How I Became a Digital Nomad and Moved to Santorini
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How I Became a Digital Nomad and Moved to Santorini

All my life, I only had one goal in mind – to move to Santorini. The thought wouldn’t let me sleep and when it did, I dreamed of sunsets. 2016 was the year I decided to do something about it and here’s how it happened.

How I became a digital nomad and moved to Santorini

Everyone needs a certain push to make a huge decision, right? At the time of my decision, I have been working at a startup as a Head Copywriter (and later Content Manager) for a little over a year. The company was facing huge changes and I was given a position of the Content Manager in the Marketing department. I was running the blog, had a Creative Writing degree, did an editorial internship before that and blogged in my free time – it was the role that suited me.

How I Became a Digital Nomad and Moved to Santorini

Little did I know that this was the role that I was going to become extremely passionate about. For almost a year before I decided to become a digital nomad, I made a plan and absorbed in all knowledge I possibly could. I signed up for a bunch of Udemy courses (Copywriting, Social Media Marketing, Instagram Marketing and Safe SEO Techniques) to boost my Content Management skills, and Gary Vee’s content advice is practically running through my veins. I was ready.

Around the summertime (6 months before my move), I signed up on Upwork. Because of my past experiences (and courses I have outlined in my cover letters), getting clients was actually quite easy, although truth be told, I had to work some pretty horrible jobs for low rates to kickstart it all. My first feedback was actually negative (I’m now almost top rated) – so I had to make sure I worked at least 4 short term jobs to receive a positive feedback. I worked 24/7 for almost 6 months, doing Upwork and my office job, to see if I could earn a sufficient income from Upwork once I would leave. This was probably one of the craziest times ever, but necessary – I’d never recommend plunging into the freelance role without seeing whether you can actually do it first.

How many ongoing clients do I work for?

I still work with the same awesome clients as I have when I switched to the freelance role. 4 ongoing people, which makes about 50 working hours per week all together.

I would disclose exactly how much I earn, but for privacy reasons, I can only tell you it’s about $400 per week (on a good day). When I need extra money, I work extra hard or look for fixed writing projects. More than often, my clients will actually have extra work available if I ask.

What are my working hours like?

I have everyday availability or my clients, but taking into consideration that I also run this blog, I would say I work about 7 hours per day. I do try to take at least one full day off and at least one waking hour away from my laptop, but the truth is, my work doesn’t feel like work to me – it’s what I love to do. More than often I’ll wake up at 5am, do work for 5 hours and then take the entire day off and work on my personal blog or explore the island.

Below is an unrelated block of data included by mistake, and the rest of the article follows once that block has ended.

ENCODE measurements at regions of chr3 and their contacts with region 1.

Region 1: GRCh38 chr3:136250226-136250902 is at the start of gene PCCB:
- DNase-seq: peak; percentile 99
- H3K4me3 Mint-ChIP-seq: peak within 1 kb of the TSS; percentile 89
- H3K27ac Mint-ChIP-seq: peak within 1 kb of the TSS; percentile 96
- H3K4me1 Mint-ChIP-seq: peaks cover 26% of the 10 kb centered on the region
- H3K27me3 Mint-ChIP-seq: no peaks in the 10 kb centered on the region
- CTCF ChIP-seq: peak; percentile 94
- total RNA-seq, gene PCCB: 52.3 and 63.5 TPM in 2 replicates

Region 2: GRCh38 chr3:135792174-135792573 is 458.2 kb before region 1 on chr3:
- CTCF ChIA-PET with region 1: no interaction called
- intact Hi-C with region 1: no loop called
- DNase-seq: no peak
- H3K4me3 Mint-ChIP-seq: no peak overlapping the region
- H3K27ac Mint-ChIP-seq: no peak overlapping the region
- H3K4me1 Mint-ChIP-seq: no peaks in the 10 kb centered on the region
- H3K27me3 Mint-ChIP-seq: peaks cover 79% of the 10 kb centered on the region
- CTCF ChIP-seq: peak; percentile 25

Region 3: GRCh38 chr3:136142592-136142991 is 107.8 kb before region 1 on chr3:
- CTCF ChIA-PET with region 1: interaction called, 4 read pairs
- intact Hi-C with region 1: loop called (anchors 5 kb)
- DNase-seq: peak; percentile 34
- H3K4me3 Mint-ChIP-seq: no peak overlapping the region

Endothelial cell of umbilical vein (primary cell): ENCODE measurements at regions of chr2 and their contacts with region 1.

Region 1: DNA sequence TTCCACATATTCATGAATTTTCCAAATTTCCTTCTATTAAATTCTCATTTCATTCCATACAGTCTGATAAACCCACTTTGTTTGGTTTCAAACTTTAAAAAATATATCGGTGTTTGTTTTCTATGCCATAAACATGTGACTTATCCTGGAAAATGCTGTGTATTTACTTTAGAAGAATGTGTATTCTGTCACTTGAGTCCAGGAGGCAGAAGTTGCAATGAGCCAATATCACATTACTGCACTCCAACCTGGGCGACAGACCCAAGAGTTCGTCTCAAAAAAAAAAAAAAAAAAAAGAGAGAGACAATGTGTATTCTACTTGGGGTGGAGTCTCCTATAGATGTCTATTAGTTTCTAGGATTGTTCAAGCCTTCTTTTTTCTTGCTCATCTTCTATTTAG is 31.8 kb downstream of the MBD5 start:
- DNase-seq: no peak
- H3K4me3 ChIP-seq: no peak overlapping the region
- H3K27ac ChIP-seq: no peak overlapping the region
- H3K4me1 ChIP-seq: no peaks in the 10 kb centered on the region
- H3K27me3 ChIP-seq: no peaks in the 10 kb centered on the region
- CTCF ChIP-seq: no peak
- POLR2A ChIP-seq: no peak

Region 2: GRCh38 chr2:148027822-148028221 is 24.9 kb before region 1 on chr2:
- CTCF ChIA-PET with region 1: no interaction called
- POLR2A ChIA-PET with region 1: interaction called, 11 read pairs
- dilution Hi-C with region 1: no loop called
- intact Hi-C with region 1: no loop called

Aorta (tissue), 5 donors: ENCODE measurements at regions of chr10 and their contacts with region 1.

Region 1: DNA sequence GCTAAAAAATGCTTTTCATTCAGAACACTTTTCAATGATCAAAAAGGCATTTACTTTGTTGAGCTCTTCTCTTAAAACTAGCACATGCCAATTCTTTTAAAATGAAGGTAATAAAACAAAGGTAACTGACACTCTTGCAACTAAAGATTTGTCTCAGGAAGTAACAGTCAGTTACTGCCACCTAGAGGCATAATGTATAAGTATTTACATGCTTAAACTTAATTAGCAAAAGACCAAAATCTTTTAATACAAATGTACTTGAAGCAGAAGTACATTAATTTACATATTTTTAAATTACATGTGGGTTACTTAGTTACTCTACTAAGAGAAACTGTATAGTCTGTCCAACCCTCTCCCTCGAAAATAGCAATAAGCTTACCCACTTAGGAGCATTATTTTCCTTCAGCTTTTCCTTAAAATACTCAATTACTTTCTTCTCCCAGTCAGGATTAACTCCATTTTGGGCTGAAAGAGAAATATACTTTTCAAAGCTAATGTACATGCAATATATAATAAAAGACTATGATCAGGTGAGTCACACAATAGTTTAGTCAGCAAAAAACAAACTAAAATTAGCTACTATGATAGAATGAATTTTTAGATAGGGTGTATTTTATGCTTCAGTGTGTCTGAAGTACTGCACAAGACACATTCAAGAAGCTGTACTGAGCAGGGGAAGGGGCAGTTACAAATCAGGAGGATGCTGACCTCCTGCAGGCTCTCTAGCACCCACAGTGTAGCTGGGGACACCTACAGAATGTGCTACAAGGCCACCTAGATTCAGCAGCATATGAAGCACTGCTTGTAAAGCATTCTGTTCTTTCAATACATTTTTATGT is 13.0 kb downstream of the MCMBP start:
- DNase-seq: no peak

You can schedule your own working hours, but if you want to make money, you’ll still need to work.

The best thing about freelancing is taking breaks and coming back to your task whenever you want – it’s your call. I can take a walk to town when I feel uninspired, breathe in the sun rays and come back feeling amazing. I can blast my music or listen to productive audiobooks (or work in a weird yoga pose…). Stuff you can’t really do in an office setting.

Did I save any money before I went traveling?

No. I just made sure I moved after payday. Money saving is still one thing I’m desperately trying to learn. My landlady allowed me to pay my last month’s rent with my deposit, so my rent money could go towards my accommodation on Santorini – this helped a lot a lot a lot.

Did I ever drop clients?

Just recently – otherwise all my clients have been absolutely fantastic to work with (and I’m not just saying that because they read my blog :P)

Would I do anything differently?

One thing I probably should do, but also probably won’t, is set my working hours with each client. I’m a people-pleasing person – if you message me at 3am and need something done, there’s a chance I’ll be on it even though I was asleep just a second before your message. I love watching businesses succeed because it makes me subconsciously work towards my own business and develop my own tactics.

Will I ever go back to office life?

I am playing with the option to do short term internships since my freelance role now allows me to have a sufficient income no matter what. I also love the idea of working for a media company I love, but at the moment, being a digital nomad is probably the best thing I can do for myself and my work experience.

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3 Comments

  • Reply Agness of Fit Travelling 9th March 2017 at 11:36 am

    I am in love with Santorini, Mandy! It is quite expensive, but yet it is on my bucket list!

    • Reply Mandy Lutman 9th March 2017 at 11:42 am

      I really don’t think it’s expensive! 🙂 Rent is cheaper than I’d pay in Madrid or London and buying groceries works out better than eating in a restaurant every day 😉 Goooo for it, I love this island 🙂

  • Reply How to Become a Digital Nomad - Soulful Mandy 19th April 2017 at 8:23 pm

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